Netcat – secret weapon

Netcat – secret weapon

Netcat or nc, is a forgotten tool in too many arsenals these days. It lays dormant waiting at the command line to make connections across the globe for you. Knowing how to use it, could ease many of your day to day tasks. Simply put, netcat creates a TCP socket either in listening mode (server) or a socket that is used to connect to a server (client).

One of the simplest examples is to use it for a chat server / client. Lets assume were starting the server on a host with an ip address of and were going to use port 8888. The following example allows us to setup a connection between the two hosts and type messages back and forth using stdin.

server:~$ nc -lp 8888
... in a subnet far far away
client:~$ nc 8888

File Transfers

With the use of pipes, we can transfer files over netcat. The general idea is the same, we’re just feeding data into stdin.

server:~$ cat img.tar | nc -lp 8888

And on the client side.. 
client:~$ nc 8888 > img.tar

Since netcat is indifferent to what it is transporting across the network, if you wish to monitor the progress of any transfers you’ll need to pipe your file through Pipe Viewer (pv) first. You can do this on either the server or client side.

server:~$ cat img.tar | pv -rb |  nc -lp 8888
client:~$ nc 8888 | pv -rb  > img.tar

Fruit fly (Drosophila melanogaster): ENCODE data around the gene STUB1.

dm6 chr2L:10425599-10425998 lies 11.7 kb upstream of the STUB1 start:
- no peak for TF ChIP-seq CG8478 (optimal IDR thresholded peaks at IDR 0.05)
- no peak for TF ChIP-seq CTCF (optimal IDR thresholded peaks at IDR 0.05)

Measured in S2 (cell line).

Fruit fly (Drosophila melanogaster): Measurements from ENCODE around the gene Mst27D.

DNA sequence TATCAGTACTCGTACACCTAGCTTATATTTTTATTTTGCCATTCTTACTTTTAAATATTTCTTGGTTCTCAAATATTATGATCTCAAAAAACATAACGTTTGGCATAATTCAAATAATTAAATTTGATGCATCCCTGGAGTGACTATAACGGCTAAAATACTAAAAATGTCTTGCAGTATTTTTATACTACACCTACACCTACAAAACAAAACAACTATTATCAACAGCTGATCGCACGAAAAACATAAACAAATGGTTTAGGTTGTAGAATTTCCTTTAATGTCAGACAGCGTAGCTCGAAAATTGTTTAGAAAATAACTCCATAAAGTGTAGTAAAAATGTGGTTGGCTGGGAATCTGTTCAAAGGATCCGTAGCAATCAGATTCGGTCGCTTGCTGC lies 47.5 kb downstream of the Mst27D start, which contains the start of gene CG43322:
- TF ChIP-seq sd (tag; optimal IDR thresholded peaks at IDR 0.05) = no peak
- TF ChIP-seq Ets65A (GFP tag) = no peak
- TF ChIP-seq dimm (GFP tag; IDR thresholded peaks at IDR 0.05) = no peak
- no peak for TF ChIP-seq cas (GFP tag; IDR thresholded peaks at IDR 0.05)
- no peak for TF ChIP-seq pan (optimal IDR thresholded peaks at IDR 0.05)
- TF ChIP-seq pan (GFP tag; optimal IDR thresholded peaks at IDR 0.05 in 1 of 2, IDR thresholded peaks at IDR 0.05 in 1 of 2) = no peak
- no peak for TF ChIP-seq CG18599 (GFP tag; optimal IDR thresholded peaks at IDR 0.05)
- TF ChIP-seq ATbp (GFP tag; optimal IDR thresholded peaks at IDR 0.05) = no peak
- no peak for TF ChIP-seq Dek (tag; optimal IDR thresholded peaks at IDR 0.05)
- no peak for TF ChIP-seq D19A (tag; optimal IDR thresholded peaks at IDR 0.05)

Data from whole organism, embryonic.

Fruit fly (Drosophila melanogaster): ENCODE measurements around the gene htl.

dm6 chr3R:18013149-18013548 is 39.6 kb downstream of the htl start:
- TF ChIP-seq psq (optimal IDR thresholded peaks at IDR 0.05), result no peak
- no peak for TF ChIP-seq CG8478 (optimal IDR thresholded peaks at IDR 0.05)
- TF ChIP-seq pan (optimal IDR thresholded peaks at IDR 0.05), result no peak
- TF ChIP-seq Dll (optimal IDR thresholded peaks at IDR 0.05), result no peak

Since netcat uses a clear channel across the network, any traffic sent over it is unsecured. While this may be acceptable on your local area network, transfers across the internet should be secured. This is easily accomplished by piping netcat through an ssh tunnel. The server side configuration is identical to previous examples, your client side initiates the ssh connection. Of course, all of this assumes that you have sshd running on the host in question.

client:~$ ssh -f -L 2222: [email protected] sleep 5;  nc 2222 | pv -rb > img.tar

Port Scanning

Netcat can also act as a quick and dirty port scanner…

client:~$ nc -v -w 1 -z 1-1000 [] 995 (pop3s) open [] 993 (imaps) open [] 143 (imap2) open [] 110 (pop3) open [] 80 (www) open [] 22 (ssh) open

Other Uses

The uses for netcat are endless, anything you can imagine can be piped through nc and sent across your network. Some of my favorites have included tcpdumps, dd images of partitions, and a quick and dirty web server. I’d be curious to hear what uses you’ve come up with in the comments below.

comments powered by Disqus

Related Posts

Public Service Announcement for Engineers

Public Service Announcement for Engineers

We all know how stressful our jobs can be. And we certainly know about our own hot button issues that press on the nerves in our brain, resulting in great pain and agony which in …

Read More
Forward Networks – A forward approach to formal verification

Forward Networks – A forward approach to formal verification

Forward Networks has stepped out of the shadows to announce their Network Assurance platform, and I was fortunate enough to be a delegate for Networking Field Day 13 to see their …

Read More
Securing SSH against bruteforce attacks

Securing SSH against bruteforce attacks

This is one of the methods I’ve used in the past to secure a Linux host against brute force ssh attacks. While its not a perfect method, it does a good job of preventing 100s of …

Read More